- College students and their parents often overpack when furnishing a dorm room.
- Many commonly purchased items should be left home when moving onto campus.
- A few guidelines can help keep a dorm room from feeling claustrophobic.
When moving into a campus dorm room for the first time, preparation is key. Yet new college students and their parents often mistake preparedness for a kitchen-sink approach to furnishing.
In a tight, shared space like a dorm room, there's a fine line between being comfortable and being overburdened by useless stuff. And the list of what's needed (or desired) is always changing: Advances in consumer technology often make electronics obsolete, and a university's must-have list can vary each semester.
One easy way to avoid a claustrophobic living experience is to coordinate before move-in day with your roommates. Few dorm rooms require more than one mini-fridge or microwave, for instance. Doubling up on smaller items, such as full-length mirrors and bulletin boards, can cause needless clutter and take up valuable wall space.
In size and aesthetic, many unfurnished freshman dorm rooms have more in common with a janitor's closet than a bedroom. But if you must buy a tapestry and a floor rug, it's wise to wait until arriving on campus before deciding. Rearranging beds and desks to maximize space is a game of inches, and there's nothing quite so disappointing as dragging across the country an extra-large rug that can't even fit on the floor.
Once room measurements are taken and furniture is placed, search the local area to find whatever else you need.
"We call it 'the Target run' here in Minnesota," said Sue Luse, an educational consultant and founder of College Expert. "Almost every college is somewhat close to something: a Wal-Mart, a Target that you can go to."
While some purchases can be delayed, many should be avoided altogether. CNBC spoke with college experts, current undergraduate students and volunteers with end-of-semester donation programs to find out what common dorm room purchases just aren't worth the space.
Young Americans just aren't watching as much TV as they used to. Americans ages 18 to 24 watched 14 hours and 31 minutes of television per week in the first quarter of 2017, down from 26 hours and 28 minutes in 2011, according to an analysis of Nielsen data from MarketingCharts.com.
There's little point in bringing a bulky TV to a small dorm room, especially one with limited shelf space. "The big clunky TVs are a thing of the past," said Luse, who recommended leaving behind any electronics whose functions can be done on a laptop or smartphone.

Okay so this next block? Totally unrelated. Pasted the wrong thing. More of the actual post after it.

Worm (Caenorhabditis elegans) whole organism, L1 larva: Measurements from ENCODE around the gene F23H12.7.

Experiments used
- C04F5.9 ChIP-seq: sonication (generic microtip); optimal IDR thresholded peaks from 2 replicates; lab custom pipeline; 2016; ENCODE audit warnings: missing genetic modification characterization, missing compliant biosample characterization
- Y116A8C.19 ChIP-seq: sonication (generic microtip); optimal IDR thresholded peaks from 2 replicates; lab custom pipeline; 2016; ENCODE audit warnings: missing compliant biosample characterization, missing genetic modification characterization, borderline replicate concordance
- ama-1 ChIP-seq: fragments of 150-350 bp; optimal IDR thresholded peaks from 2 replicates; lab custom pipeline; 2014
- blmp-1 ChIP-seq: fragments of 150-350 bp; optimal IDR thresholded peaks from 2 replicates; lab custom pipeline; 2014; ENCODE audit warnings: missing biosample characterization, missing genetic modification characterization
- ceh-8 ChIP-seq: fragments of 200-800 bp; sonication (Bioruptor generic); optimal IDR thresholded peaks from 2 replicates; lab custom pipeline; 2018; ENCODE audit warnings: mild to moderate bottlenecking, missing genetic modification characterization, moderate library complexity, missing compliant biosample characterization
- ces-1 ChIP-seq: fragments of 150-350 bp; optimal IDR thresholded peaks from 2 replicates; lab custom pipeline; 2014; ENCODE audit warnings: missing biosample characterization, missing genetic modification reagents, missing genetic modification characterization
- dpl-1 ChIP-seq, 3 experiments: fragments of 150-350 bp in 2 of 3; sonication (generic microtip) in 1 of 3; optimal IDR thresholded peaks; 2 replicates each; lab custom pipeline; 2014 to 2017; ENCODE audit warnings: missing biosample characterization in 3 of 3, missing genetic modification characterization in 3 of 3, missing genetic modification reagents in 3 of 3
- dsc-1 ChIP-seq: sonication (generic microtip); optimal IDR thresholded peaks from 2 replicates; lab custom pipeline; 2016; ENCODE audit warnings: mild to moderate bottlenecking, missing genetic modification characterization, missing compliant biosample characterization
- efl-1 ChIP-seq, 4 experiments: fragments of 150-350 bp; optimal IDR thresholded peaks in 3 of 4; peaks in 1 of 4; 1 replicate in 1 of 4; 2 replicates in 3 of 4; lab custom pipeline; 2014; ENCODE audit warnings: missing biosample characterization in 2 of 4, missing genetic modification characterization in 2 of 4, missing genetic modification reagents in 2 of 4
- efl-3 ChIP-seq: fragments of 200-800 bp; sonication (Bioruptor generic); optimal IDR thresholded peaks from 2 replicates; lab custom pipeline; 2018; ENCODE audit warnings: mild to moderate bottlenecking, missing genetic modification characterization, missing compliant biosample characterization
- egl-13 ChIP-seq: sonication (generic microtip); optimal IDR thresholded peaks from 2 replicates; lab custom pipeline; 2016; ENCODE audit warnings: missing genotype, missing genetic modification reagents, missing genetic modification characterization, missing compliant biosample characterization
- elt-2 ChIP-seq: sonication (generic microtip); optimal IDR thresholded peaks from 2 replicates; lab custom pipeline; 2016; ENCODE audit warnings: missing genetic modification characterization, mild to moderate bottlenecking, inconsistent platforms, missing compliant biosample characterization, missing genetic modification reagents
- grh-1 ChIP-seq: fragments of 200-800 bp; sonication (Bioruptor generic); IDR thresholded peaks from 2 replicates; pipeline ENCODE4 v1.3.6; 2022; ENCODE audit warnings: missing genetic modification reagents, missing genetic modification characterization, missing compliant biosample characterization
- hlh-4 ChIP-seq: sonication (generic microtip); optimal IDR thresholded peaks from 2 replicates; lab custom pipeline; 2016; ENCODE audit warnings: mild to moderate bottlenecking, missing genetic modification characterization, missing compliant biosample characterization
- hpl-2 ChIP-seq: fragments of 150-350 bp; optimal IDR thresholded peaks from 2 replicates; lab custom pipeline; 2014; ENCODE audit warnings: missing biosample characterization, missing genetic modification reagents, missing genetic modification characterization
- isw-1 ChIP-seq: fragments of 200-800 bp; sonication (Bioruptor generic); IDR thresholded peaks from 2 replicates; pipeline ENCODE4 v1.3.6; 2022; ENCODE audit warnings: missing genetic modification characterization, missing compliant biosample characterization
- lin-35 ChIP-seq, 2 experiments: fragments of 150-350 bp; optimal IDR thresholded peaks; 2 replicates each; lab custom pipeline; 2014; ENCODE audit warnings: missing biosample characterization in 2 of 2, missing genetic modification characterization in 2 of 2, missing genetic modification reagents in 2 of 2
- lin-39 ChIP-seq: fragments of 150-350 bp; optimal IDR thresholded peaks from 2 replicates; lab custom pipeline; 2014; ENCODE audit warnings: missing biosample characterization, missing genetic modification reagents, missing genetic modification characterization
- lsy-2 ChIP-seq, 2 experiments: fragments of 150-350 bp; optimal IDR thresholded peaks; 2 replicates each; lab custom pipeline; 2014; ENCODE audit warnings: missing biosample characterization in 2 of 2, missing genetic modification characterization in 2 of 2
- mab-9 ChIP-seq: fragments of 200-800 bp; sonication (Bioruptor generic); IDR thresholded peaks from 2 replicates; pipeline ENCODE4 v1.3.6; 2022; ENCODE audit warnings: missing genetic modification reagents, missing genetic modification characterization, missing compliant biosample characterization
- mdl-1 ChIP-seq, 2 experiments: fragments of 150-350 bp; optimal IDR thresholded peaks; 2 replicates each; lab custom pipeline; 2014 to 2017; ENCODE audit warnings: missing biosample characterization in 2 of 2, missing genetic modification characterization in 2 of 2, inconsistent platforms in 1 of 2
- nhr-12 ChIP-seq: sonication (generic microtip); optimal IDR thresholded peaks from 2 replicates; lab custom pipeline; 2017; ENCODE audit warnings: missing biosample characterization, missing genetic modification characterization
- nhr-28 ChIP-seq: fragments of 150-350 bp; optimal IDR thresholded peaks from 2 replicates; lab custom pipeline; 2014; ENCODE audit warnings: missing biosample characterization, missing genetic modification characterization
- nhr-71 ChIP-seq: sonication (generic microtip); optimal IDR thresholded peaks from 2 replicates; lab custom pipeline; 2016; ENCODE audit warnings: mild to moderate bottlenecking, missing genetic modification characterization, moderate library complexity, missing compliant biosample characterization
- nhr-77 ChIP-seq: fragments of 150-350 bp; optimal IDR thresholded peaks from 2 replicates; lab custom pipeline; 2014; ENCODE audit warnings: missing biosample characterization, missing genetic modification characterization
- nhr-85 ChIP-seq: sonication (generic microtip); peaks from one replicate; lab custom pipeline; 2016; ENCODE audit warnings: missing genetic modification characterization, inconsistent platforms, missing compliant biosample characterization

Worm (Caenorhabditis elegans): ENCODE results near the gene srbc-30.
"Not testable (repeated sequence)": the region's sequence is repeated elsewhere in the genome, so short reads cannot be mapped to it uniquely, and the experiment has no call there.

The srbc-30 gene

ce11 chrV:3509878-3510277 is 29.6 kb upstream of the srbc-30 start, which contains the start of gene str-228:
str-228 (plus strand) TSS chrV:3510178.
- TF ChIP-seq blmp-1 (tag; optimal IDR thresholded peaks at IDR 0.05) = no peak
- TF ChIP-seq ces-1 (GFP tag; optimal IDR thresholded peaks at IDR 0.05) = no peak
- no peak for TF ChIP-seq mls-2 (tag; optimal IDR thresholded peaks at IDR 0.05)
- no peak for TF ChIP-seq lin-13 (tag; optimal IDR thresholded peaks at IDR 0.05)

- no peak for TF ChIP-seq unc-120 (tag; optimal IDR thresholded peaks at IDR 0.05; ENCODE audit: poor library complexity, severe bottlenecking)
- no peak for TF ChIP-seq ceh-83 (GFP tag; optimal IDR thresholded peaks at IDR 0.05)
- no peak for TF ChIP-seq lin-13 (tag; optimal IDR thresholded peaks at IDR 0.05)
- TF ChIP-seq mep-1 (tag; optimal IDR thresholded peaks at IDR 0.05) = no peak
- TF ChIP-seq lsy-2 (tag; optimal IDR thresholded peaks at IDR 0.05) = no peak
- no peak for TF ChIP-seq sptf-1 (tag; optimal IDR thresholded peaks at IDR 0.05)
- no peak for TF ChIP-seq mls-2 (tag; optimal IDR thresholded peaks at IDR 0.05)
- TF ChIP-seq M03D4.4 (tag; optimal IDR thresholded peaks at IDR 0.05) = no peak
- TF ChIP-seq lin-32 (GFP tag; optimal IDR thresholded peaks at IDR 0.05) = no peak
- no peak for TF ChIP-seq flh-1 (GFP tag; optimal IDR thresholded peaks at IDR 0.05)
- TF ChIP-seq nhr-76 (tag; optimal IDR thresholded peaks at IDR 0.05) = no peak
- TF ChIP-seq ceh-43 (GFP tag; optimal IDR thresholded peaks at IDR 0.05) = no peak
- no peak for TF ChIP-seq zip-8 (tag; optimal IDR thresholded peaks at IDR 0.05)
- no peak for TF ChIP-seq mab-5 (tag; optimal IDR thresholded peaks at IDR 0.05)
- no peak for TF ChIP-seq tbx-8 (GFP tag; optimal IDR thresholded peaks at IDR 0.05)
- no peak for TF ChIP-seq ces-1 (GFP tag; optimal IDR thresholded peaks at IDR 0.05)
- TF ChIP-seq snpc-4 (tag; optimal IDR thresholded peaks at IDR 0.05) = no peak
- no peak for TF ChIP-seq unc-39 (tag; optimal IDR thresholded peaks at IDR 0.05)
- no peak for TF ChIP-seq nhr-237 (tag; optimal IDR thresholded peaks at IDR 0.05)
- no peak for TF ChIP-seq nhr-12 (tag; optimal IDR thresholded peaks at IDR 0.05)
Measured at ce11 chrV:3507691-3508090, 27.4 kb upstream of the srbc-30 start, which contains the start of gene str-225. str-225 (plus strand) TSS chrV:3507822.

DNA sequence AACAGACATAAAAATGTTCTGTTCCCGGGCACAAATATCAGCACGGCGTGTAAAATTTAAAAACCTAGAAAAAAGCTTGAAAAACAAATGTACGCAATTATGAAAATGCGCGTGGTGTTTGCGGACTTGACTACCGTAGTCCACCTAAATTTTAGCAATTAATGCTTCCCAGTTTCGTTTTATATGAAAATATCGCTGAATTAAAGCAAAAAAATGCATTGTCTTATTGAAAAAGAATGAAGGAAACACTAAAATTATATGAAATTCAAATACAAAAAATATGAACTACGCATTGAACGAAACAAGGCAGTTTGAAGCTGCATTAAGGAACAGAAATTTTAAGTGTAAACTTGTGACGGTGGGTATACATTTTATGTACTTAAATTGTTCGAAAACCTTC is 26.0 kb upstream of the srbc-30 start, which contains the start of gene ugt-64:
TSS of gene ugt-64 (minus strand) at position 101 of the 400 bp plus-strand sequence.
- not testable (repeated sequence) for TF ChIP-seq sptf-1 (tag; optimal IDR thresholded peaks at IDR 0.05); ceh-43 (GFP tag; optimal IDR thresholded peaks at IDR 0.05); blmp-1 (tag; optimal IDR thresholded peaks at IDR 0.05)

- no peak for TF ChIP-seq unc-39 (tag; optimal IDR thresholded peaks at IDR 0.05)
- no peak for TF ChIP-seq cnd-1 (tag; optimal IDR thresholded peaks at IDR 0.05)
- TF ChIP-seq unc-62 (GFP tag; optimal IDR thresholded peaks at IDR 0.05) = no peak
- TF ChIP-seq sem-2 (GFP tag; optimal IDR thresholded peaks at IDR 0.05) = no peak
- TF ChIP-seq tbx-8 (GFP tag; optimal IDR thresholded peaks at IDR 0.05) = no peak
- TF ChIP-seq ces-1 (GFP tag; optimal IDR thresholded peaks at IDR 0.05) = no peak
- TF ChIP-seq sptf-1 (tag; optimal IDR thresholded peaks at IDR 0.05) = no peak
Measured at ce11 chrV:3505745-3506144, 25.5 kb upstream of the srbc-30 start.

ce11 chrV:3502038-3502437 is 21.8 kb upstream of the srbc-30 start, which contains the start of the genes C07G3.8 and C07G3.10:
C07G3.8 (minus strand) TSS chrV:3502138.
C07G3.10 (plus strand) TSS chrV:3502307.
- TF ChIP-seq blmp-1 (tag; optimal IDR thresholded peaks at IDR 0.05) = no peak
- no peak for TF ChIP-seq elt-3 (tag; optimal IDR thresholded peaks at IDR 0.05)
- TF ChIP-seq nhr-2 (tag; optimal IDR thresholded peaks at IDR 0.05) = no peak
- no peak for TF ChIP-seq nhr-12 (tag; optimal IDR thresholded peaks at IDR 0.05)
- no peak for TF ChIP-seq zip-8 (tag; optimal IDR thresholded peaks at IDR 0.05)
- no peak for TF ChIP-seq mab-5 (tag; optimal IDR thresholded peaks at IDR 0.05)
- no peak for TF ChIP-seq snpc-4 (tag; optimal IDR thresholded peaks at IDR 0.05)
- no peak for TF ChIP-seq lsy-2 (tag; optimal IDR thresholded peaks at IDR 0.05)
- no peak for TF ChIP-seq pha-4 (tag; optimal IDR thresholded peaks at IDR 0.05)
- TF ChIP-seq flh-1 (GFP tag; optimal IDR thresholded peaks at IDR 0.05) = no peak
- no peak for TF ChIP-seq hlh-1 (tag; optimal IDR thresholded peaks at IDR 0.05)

If traveling long distance, carrying large electronic items makes even less sense. Some college officials say they regularly find electronics and other expensive items chucked in donation bins or left on sidewalks when the students head home.
"I think a lot of students might be from out of state, and they can't take [their belongings] back on an airplane with them," said Libby Griswold, a junior at The University of Texas at Austin and student team leader for the school's Trash 2 Treasure end-of-semester donation program.
Don't worry, there will be plenty to read in college — whether you lug your personal library along or not.
Unless your school allows students to install wall-mounted shelves in their rooms, books take up a lot of valuable space.
"It's a good time to maybe switch to a Kindle or a tablet," College Expert's Luse said. E-readers can save money, as well, through services such as online textbooks rentals — though some avid book-readers will always be wary of electronic alternatives.
While it can vary depending on the size of the university, most students with on-campus housing have meal plans for at least one dining hall, Luse said. Except for late-night microwave meals, there's really no need to bring a set of plates, cups and utensils to college.
Same goes for small kitchen appliances, including coffee makers, which can take up a good chunk of desk space and are sometimes prohibited by the university residence hall guidelines anyway.
For example, the Prohibited Items Policy at Michigan's Kalamazoo College bans hotplates, camp stoves, toasters, toaster ovens, grills, George Foreman grills and breadmakers in residence halls.
In other words, it's best to rely on your university's services before trying to recreate a dining hall in your room.
There will always be places to print documents at academic institutions. Personal printers are not only one of the largest and most unnecessary items in a dorm room, they're one of the least ergonomic: They rarely fit anywhere except on a desk, where they can take up nearly half the available space.
"Some students choose to bring those, but they're not always necessary," said Stephen Sanney, a second-year director of residential life at Kalamazoo College. "Sometimes you can check those [services] out from your college library."
Futons are "a very common and memorable item" to find thrown away during DePauw University's end-of-semester Move Out donation program, according to Sustainability Director Anthony Baratta.
"They're always half-broken and a nightmare to move out of the residence hall. When I think of DePauw Move Out, I think of black, $99 Wal-Mart futons," Baratta said.
For those lucky enough to live in a dorm that can fit a futon, it's worth considering that a cheap one may not last four years (or even four semesters), and an expensive futon could be heavily weathered by the daily wear-and-tear of college life.
"While these items help make a dorm room a little more cozy, they are products built without the intentions of lasting all four years," said Matt Cummings, a co-organizer of DePauw Move Out.
According to Luse at College Expert, pretty much anything expensive can be left behind on the way to college.
Her bottom line? "You want to pack light," she said. "You really do."